In the 'push-pull' factor models, the borrower GDP cycle and the lender GDP cycle are the important determinants. On the pull side, greater GDP growth of the borrower country suggests an improved credit-worthiness and greater demand for credit. Therefore, it is expected to have positive effect on the capital flows and investment. On the push side, there is uncertainty about the net effect of GDP growth of the lending country on the flows. Strong growth in the creditor country may result in greater investments abroad. But at the same time, domestic investment opportunities become more attractive. Hence, there is the uncertainty about the net impact on the flows. Bank of England has estimated a 'pull-push' model with panel data for 19 countries5 between the period 1986 H1 to 2003 H26. In the study, the effect turns out to be negative. On the basis of the above estimation the following conclusions can be drawn. If the US GDP slows down by 100 basis points, ceteris paribus, the capital flows to India would increase by 4 basis points.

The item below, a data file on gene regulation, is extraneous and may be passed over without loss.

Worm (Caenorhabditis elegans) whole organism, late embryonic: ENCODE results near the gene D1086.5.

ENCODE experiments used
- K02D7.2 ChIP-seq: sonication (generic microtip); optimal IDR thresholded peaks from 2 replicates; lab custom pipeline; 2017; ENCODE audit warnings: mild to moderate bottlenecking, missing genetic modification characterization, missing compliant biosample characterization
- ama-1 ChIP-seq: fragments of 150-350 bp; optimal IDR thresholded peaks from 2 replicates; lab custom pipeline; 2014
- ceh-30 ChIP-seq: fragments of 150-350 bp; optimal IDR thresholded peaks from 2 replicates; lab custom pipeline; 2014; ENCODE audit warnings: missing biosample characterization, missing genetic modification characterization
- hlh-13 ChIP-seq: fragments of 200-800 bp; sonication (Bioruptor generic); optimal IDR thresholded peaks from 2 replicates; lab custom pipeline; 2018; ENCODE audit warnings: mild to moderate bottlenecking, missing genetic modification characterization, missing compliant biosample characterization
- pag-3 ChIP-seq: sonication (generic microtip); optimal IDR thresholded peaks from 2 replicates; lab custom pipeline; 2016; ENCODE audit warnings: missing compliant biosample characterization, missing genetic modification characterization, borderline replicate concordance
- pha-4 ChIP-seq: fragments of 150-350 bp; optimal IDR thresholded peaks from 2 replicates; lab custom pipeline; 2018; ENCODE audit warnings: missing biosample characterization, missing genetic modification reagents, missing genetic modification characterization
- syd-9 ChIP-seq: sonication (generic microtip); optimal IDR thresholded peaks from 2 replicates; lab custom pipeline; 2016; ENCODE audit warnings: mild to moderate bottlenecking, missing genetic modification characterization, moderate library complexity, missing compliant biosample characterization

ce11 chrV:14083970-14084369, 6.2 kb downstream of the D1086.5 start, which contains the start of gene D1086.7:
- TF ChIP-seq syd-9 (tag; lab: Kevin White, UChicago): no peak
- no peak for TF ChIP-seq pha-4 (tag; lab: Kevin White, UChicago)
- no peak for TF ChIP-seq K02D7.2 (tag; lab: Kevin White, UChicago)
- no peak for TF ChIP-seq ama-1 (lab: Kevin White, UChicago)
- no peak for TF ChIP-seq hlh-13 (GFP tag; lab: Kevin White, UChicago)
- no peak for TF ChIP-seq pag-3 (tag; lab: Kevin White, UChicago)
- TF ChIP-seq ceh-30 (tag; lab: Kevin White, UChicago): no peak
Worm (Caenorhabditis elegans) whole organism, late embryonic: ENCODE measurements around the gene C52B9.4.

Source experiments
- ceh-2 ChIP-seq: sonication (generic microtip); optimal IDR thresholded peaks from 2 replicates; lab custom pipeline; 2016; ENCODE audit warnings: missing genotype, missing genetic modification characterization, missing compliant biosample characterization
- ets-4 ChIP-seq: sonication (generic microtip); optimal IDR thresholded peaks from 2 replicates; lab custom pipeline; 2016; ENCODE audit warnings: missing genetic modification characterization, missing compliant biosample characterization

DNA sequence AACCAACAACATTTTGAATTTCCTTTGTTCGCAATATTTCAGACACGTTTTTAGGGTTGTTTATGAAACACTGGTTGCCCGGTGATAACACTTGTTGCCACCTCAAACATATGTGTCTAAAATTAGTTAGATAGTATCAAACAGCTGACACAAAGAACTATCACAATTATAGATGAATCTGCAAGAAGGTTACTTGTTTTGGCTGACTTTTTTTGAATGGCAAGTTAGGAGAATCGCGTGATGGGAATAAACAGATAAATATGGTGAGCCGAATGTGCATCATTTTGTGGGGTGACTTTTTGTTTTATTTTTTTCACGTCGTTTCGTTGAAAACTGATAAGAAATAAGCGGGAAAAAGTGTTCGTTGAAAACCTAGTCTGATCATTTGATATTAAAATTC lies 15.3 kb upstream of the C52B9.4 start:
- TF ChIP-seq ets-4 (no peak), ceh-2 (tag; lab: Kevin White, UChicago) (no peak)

The capital inflows and investment might accrue to India from different channels like foreign direct investment, foreign institutional investment, ADRs/GDRs, external assistance, external commercial borrowings, short-term trade credits and NRI deposits (Table 20). It might be noted that in recent years, foreign direct investment and external commercial borrowing have in that order emerged as the two major sources of capital flows. Since foreign direct investment is a stable flow, it is expected that the increase in such flows would continue in the near future and withstand the impending US recession. Furthermore, there has been decline in the FII investments in recent months.

Table 20: Capital Flows into India

(US $ million)

Item

2000-01

2001-02

2002-03

2003-04

2004-05

2005-06

2006-07

2007-08

1

2

3

4

5

6

7

8

9

Foreign Direct Investment

4029

6130

5035

4322

6051